Fay Wray    Ann Darrow
Robert Armstrong    Carl Denham
Bruce Cabot    John Driscoll
Frank Reicher    Capt. Englehorn
Sam Hardy    Charles Weston
Noble Johnson    Native Chief
Steve Clemente    Witch King
James Flavin    2nd Mate Briggs
Victor Wong    Charley

Directed by Merian C. Cooper and Ernest B. Schoedsack. Screenplay by James Ashmore Creelman and Ruth Rose (based on a story by Cooper and Edgar Wallace). 1933. Running time: 103 Minutes.

may2.jpg (22107 bytes)Somebody once remarked that children are fascinated by dinosaurs because they are “big, scary and extinct.” The same can more or less be said of film audiences’ fascination with the various enormous creatures that have stomped their way across cities like New York and Tokyo and also across our cinema and television screens. Godzilla, the Smog Monster or whatever simply doesn’t exist . . .

Part of the appeal of those movies is that we in the audience definitely know that they don’t exist. After all, there’s no mistaking a stunt man in a rubber suit for a 50 foot lizard stomping through a city. The appeal of all those old Japanese Godzilla and other monster movies is their pure hoakiness. Grab a six pack beer, some pizza and spend a late night in front of television laughing at the pathetic models (one I saw actually used real toy trucks - Tonka was very clearly painted over it!), stupid story lines, etc. But this month the makers of Independence Day wants to do what Steven Spielberg did with the last ten minutes or so of The Lost World: have a big realistic lizard run amok in a city with the expensive remake of Godzilla . . .

Will they get it right? Probably, but the big question is will we care? Big budget Hollywood movies nowadays impress us with their digital wizardry but it is seldom that we actually care for the humans that populate those fantastic worlds. Who cares if the two annoying brats in Jurassic Park gets eaten by T-Rexes? We in the audience didn’t - we just wanted to be amazed by the special effects . . . and some people even complained that there weren’t enough blood and gore in that movie!

Godzilla, of course, wasn’t the first gigantic creature to have wreaked havoc upon the unsuspecting populace of any large metropolitan area. Neither was the original 1933 King Kong. Yet both have remained enduring icons of our cultural consciousness. Godzilla may survive in its Mystery Science Theatre 3000-ness, but King Kong is an altogether different story. Shortly before its 1976 remake, I saw the 1933 original on television as a very small boy. It was to be an experience I will never forget. When the much hyped 1976 version of King Kong hit the big screen, it was a disappointment. The scary thing was that not only was the special effects of the original actually better, but the first King Kong itself was simply better. Somewhere in its translation to our modern era, something got lost. Perhaps the word that best summarizes that something is soul . . .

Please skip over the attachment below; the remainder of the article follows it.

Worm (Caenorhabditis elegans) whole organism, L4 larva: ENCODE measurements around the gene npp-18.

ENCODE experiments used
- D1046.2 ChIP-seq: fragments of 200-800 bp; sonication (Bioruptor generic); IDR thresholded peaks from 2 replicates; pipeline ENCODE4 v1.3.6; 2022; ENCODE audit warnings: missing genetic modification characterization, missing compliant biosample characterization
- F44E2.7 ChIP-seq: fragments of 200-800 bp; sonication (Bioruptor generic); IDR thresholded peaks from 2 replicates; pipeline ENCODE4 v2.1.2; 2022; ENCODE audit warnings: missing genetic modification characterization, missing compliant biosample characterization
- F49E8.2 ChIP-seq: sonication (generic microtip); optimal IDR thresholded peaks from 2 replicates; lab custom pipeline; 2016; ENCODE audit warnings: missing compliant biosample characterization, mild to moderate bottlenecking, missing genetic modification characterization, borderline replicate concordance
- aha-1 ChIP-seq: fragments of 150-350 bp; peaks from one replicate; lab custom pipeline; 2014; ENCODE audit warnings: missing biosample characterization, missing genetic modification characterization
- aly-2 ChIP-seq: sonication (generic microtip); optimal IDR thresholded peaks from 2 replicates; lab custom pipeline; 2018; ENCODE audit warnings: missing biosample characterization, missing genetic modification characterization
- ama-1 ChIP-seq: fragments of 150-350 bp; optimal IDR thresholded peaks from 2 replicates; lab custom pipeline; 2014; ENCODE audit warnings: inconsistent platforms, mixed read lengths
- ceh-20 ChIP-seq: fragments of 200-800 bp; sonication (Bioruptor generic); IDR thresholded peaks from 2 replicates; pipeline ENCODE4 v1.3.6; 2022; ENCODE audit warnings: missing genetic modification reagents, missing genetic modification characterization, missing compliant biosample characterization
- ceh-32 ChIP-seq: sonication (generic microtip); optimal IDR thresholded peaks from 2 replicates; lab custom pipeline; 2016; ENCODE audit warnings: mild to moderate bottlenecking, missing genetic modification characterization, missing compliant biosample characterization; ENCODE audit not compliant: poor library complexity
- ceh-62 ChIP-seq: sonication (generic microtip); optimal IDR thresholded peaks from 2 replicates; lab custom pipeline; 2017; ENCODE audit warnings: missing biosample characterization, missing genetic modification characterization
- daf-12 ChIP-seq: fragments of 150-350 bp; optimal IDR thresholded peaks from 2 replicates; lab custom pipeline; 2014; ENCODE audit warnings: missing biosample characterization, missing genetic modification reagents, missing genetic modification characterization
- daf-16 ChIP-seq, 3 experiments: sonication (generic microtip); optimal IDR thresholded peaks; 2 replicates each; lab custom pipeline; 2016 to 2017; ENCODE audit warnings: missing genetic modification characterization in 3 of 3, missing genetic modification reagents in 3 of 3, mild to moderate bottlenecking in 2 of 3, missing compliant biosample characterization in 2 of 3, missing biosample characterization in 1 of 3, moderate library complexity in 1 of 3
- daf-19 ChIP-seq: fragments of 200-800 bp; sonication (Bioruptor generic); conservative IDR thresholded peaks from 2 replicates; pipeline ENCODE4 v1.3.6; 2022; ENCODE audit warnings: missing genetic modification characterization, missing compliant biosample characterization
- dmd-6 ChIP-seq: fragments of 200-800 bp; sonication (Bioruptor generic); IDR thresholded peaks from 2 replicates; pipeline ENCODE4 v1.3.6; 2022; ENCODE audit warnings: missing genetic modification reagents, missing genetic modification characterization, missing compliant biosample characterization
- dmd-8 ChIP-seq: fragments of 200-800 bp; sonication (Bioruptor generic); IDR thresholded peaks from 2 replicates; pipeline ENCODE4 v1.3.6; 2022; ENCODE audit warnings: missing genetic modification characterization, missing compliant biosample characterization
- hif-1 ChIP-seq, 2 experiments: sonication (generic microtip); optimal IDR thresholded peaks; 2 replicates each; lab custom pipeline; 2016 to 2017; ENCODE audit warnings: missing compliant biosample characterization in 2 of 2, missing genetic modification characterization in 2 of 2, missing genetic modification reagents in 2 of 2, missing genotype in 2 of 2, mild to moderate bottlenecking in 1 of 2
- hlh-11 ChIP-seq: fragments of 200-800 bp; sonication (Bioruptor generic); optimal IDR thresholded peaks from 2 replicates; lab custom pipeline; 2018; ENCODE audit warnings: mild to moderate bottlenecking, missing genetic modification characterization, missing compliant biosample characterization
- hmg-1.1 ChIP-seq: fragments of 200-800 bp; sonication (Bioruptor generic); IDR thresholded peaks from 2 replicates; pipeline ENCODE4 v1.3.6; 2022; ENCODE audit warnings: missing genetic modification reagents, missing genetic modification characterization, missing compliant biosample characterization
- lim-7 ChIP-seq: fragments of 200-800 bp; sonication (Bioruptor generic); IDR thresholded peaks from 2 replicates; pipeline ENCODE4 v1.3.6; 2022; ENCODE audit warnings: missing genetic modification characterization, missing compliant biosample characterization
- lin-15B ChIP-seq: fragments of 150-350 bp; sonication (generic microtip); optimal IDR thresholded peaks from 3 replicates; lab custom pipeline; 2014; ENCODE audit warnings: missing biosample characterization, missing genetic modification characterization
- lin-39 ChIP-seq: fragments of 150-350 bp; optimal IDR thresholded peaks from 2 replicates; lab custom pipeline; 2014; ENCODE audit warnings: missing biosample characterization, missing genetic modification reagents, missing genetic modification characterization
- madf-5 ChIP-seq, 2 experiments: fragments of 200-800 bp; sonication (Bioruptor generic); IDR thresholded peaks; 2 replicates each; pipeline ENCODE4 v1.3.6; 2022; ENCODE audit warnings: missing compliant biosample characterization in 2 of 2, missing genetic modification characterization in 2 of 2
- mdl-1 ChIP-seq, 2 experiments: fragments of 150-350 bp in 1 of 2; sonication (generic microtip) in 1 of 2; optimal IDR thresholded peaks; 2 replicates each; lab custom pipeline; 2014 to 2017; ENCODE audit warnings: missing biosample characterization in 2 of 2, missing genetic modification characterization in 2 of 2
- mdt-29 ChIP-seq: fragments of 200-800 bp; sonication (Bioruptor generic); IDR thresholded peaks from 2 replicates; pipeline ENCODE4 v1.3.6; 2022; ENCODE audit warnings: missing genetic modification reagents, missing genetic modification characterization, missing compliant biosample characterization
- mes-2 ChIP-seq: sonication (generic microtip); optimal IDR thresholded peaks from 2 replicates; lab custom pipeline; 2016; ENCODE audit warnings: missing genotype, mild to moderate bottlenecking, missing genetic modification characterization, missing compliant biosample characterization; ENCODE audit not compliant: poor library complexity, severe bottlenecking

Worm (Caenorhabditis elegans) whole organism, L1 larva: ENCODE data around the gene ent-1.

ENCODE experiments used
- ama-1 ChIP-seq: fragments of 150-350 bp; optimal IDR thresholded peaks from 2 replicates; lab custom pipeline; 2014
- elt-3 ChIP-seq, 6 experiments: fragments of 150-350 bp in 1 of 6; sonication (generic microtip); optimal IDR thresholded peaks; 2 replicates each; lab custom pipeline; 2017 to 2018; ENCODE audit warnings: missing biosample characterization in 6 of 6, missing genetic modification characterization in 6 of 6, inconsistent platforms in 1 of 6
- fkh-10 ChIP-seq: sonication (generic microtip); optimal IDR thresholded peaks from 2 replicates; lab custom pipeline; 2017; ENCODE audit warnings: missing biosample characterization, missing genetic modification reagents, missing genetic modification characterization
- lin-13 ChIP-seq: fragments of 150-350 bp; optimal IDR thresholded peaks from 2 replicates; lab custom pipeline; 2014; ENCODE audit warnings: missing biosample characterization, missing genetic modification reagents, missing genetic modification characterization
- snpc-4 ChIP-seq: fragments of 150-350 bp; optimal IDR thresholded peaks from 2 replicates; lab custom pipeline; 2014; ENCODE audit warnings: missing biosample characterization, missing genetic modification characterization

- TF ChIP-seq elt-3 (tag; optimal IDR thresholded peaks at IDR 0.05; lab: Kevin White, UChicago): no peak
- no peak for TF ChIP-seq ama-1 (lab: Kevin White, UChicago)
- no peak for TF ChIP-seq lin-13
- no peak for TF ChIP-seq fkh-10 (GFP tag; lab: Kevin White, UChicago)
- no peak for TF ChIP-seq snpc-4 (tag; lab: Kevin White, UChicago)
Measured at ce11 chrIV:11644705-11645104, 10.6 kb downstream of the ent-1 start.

may1.jpg (29483 bytes)Much was made of how the new 1976 version would feature all the latest technological innovations - yet in the end what we got as a stunt man in a gorilla suit - nothing compared to the brilliant stop motion effects employed in the original. (No wonder director Tim Burton fell in love with the stop motion process, one employed brilliantly in The Nightmare Before Christmas and which proved to be too expensive for Mars Attacks! and CGI effects were used instead.) Don’t get me wrong: I’m not saying that the new Godzilla remake would be technologically inferior to the old versions - there’s really no chance of that considering how badly done those original Godzilla movies were - but what I’m expecting is a hollow experience much like Emmerich and Devlin’s previous Independence Day blockbuster.

Whereas War of the Worlds in the final analysis proved to better than Independence Day, so the 1933 King Kong will still be the mother of all big monster movies. The problem is that directors seem to have forgotten that the special effects are supposed in aid of the story and not the other way around. (James Cameron’s Titanic seems to be the only recent notable exception to this rule.) And don’t get your hopes up high for the rumored remake of King Kong by the director of The Frighteners either. You see, the point is: they don’t make them like they used to . . .


Copyright © May 1998  James O'Ehley/The Sci-Fi Movie Page




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